Book Review: Promised Land: A Northern Love Story
Promised Land: A Northern Love Story by Anthony Clavane
Published by Yellow Jersey Press
Growing up in the 90s, Leeds were a permanent top flight fixture and played at one of the country’s showcase grounds yet — unlike many other sides — I cannot remember coming across a single Whites supporter in my youth. Granted, it was spent hundreds of miles away from Elland Road in Plymouth but whereas the sight of Manchester United, Liverpool and Spurs colours was about as common as coming across a green shirt, Leeds just didn’t figure.
Considering the size of this single-club city — England’s fourth largest urban area after London, Birmingham and Manchester — and United’s history, this lack of popularity is peculiar on one level but is far from beyond explanation.
Most obviously, they’ve enjoyed little genuine glory on the field and their only sustained period of success — under Don Revie — has been tainted by the ‘Dirty’ tag. Moreover, the Whites have long struggled with racist associations and its fans seem to carry that uniquely aggressive swagger which goads rival supporters into wishing failure and disappointment upon them and makes identifying with the club difficult for those born outside of the city.
But while many people may not much like them, that isn’t to say that they aren’t absolutely fascinating. I savoured watching Millwall condemn Leeds to another season in League One a few years ago, but United are one of only two or three English clubs that I’d be interested in enough to justify a related book purchase. Or two book purchases I should say, Anthony Clavane’s Promised Land being the second I’ve read that’s dedicated to the club after David Peace’s The Damned United (the screen adaptation of which was reviewed on these pages some time ago).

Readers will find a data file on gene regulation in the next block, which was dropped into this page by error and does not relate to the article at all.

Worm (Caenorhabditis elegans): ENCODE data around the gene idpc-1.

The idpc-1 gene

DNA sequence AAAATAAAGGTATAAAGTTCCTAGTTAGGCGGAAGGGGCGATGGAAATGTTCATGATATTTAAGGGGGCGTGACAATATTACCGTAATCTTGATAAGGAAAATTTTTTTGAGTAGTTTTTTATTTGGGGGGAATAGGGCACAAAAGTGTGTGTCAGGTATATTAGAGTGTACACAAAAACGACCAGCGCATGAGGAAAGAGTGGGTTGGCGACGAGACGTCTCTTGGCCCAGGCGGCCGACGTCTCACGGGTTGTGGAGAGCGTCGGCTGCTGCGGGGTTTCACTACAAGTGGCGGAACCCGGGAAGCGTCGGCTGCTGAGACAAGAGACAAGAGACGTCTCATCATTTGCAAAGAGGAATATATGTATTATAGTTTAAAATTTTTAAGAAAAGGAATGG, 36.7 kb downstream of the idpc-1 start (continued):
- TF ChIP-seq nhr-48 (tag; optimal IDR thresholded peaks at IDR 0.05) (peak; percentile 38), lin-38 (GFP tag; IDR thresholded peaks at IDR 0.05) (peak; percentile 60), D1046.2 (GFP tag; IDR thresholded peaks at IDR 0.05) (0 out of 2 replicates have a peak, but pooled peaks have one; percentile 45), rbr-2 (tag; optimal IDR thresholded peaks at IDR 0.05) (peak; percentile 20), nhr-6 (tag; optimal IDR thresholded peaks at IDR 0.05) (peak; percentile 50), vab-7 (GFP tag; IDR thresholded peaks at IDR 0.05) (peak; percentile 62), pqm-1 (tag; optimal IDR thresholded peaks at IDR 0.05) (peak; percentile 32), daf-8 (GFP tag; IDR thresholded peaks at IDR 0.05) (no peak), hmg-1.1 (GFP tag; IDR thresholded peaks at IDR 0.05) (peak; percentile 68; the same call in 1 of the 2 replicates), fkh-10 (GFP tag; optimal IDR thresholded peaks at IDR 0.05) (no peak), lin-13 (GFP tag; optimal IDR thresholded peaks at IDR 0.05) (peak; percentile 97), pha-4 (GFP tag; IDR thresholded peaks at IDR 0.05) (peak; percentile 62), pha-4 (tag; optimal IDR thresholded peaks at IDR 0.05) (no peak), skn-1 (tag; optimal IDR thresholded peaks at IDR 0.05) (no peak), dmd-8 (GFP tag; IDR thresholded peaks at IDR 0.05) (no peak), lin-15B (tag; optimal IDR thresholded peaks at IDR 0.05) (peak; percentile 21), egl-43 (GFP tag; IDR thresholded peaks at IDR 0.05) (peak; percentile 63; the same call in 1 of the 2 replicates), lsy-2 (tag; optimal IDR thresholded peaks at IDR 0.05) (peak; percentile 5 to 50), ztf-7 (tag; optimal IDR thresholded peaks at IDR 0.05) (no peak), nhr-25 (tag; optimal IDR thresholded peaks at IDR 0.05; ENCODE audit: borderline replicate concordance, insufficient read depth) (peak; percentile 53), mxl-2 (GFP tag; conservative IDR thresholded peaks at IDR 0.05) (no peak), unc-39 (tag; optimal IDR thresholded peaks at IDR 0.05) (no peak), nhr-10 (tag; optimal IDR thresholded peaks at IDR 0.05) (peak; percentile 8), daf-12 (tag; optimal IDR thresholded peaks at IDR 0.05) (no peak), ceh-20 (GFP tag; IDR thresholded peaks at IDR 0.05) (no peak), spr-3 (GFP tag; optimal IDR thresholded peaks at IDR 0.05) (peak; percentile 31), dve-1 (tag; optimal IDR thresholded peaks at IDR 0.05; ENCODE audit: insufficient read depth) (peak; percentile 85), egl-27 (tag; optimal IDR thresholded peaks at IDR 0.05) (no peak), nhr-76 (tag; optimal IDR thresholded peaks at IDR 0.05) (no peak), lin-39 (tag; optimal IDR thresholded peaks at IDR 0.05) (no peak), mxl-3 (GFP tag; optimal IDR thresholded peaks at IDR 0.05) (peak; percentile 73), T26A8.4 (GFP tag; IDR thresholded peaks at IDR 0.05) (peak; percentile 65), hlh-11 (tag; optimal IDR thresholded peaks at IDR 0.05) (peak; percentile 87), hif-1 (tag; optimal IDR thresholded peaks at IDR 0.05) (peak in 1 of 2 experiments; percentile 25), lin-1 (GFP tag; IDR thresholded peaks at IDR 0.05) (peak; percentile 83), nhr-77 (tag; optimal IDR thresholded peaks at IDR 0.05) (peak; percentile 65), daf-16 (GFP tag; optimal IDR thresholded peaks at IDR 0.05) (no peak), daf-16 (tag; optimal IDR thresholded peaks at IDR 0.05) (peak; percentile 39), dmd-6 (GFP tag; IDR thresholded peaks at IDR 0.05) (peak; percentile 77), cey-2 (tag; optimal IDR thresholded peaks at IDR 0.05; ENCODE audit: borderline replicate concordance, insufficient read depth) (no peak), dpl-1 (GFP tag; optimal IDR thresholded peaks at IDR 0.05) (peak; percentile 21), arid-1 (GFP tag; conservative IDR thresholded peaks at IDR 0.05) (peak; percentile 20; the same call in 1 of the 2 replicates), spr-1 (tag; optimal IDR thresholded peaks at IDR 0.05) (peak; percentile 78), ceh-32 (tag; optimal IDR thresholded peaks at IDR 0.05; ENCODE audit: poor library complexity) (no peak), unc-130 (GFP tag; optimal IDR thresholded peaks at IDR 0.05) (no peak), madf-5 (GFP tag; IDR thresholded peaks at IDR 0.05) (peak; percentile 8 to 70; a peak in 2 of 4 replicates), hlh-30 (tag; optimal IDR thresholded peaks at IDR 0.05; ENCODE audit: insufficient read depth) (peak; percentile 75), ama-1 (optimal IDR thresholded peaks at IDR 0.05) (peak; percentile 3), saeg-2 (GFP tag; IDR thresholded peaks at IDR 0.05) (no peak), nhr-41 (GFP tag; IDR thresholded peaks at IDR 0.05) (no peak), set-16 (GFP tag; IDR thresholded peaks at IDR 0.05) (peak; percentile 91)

If I’m honest I struggled with Peace’s lyrical, almost dream-like style but the vivid picture he creates of 1970s Leeds — all grey and foreboding — will stick in the mind for many years to come, not least because it’s now been enriched by Clavane’s excellent narrative which goes further in linking the club’s character and trajectory over generations to the wider evolution of Leeds into a major UK (if not European) city, as well as the story of its Jewish population from which Clavane himself descends.
Of course, that’s a pretty quirky premise for a book and one which might have scared off many a trade publisher. But — as idiosyncratic as the book may appear at a surface level — Clavane manages to successfully weave the three different strands into a beautifully written, nuanced whole, creating a kind of social and sporting liquid history of the city in the process.
There’s an understandable emphasis on both the Revie era and the First Division Championship win in 1992, but all of the key periods of United’s history are covered to some extent. And though, as this review on Square Ball suggests, Clavane is strongest when writing about the club of his youth rather than his exiled adulthood, the broadness of his coverage lends itself well to a neutral audience interested in why Leeds have never quite managed to reach the same heights as other provincial city sides such as Manchester United and Liverpool and why the club’s fall into the third tier in 2007 wasn’t at all uncharacteristic.
Making connections to all manner of historical events, lives and works of literature — two of which, David Storey’s This Sporting Life and Keith Waterhouse’s Billy Liar, make a number of appearances — this is a highly personal but gloriously cultured attempt at both chronicling and sociologically analysing one team’s history. Every club should have a book written about them like this.